Monday, October 31, 2011

Eating a Jack-o-Lantern

Two ways I eat my jack-o-lantern.

First, when hollowing out the pumpkin, I save the seeds.  A nifty trick for separating the seeds from the stringy pumpkin guts: throw the whole mess in a large pot of water.  If you rub the mass between your hands, you loose the pumpkin flesh from the seeds, which float to the top and can be easily skimmed off.  Dry them on a bake sheet lined with paper towel overnight, then toss with oil and seasoning and roast until golden brown.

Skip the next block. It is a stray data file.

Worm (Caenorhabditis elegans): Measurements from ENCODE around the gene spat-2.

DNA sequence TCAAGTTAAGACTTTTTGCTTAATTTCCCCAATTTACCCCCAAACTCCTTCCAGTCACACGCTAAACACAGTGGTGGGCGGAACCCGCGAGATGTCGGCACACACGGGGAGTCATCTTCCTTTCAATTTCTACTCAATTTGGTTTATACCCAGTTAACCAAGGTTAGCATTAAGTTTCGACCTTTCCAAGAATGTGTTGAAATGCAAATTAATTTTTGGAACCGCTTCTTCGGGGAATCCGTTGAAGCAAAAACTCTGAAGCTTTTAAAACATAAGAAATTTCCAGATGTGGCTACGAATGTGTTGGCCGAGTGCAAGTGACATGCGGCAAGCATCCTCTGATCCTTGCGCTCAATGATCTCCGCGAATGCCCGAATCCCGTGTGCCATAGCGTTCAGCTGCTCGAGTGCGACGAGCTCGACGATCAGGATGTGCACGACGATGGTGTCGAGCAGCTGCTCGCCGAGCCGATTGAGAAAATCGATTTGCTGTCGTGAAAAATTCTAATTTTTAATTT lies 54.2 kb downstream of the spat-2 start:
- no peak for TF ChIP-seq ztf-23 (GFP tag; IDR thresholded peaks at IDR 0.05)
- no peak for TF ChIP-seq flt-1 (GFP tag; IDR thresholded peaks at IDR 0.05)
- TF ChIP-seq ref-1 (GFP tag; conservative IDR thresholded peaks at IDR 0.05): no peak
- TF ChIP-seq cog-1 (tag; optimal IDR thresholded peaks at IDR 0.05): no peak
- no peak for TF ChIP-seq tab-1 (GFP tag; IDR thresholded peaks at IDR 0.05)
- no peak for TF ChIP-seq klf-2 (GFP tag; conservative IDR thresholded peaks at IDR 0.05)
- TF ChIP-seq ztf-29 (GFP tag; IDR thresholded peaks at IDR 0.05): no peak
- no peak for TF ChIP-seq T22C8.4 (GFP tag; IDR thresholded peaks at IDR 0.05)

Second, in years past, after the trick-or-treaters have stopped calling, I've taken my jack-o-lantern off the step, cut it in half, and roasted it in the oven.  Eating quality of carving pumpkins seems to vary, but most of the time the flesh tastes good, and can be puréed and converted to pumpkin soup or pie.

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